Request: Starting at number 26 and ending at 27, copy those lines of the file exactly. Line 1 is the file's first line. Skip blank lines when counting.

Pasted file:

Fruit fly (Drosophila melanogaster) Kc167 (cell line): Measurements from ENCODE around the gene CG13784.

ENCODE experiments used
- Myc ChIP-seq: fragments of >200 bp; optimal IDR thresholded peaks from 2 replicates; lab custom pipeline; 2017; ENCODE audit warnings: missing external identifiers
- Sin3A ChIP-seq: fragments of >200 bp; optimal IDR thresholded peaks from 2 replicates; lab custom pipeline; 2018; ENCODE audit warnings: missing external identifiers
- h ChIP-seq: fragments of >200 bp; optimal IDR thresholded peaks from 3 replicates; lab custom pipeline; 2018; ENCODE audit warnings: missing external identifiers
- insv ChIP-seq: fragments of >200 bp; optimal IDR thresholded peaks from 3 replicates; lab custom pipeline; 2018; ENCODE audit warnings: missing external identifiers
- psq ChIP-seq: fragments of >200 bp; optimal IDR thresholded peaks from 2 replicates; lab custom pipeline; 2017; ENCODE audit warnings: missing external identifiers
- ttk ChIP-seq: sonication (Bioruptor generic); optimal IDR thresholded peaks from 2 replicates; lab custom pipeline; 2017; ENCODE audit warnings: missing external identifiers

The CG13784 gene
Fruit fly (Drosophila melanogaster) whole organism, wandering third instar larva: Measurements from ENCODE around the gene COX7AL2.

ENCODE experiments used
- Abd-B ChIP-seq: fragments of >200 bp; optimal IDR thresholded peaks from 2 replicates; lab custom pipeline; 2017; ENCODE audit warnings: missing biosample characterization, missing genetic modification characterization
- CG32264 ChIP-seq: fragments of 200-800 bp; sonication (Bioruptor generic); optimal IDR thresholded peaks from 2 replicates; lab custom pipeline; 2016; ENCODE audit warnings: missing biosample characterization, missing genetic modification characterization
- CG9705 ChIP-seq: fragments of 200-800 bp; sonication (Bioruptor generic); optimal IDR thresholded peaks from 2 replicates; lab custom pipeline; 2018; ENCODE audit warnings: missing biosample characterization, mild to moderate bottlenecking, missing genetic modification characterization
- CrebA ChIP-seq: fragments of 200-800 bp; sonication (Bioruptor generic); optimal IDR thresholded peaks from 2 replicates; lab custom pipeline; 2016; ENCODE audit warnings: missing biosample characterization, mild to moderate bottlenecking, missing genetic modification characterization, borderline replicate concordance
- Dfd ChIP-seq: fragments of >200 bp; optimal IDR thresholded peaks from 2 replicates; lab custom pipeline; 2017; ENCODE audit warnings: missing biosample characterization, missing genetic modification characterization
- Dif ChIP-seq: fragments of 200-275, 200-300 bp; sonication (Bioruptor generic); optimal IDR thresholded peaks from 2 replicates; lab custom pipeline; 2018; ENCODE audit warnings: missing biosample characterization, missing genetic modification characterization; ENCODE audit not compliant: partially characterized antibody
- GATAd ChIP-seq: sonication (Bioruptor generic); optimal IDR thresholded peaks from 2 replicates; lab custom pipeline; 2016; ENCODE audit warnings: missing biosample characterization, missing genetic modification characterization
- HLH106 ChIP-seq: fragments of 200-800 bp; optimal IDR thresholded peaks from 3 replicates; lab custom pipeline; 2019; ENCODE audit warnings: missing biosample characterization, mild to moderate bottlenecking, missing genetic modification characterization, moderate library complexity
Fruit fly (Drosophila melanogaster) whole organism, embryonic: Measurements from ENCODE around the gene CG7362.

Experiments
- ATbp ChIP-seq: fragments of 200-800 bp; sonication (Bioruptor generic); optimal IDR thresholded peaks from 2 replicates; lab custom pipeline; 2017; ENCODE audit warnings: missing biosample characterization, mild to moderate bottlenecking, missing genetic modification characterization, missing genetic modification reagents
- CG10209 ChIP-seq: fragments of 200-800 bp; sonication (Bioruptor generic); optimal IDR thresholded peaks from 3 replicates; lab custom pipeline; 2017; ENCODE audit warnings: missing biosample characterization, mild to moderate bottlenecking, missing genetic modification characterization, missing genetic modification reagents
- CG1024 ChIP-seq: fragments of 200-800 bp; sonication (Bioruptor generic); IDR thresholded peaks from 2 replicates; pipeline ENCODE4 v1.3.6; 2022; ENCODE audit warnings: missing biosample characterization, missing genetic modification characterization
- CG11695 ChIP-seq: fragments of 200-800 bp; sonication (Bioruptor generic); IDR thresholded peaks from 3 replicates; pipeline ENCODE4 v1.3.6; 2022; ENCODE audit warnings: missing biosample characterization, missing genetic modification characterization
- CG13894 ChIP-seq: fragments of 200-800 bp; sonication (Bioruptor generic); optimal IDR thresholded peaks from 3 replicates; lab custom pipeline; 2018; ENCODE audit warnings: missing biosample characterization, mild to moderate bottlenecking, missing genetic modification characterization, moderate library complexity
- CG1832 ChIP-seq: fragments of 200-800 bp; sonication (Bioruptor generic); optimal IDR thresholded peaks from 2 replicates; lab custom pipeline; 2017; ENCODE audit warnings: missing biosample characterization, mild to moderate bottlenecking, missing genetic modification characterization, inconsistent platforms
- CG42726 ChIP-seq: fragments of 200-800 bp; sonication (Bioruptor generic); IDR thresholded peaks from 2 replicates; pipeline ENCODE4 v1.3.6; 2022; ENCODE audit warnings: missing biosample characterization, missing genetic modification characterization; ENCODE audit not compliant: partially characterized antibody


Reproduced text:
- CG13894 ChIP-seq: fragments of 200-800 bp; sonication (Bioruptor generic); optimal IDR thresholded peaks from 3 replicates; lab custom pipeline; 2018; ENCODE audit warnings: missing biosample characterization, mild to moderate bottlenecking, missing genetic modification characterization, moderate library complexity
- CG1832 ChIP-seq: fragments of 200-800 bp; sonication (Bioruptor generic); optimal IDR thresholded peaks from 2 replicates; lab custom pipeline; 2017; ENCODE audit warnings: missing biosample characterization, mild to moderate bottlenecking, missing genetic modification characterization, inconsistent platforms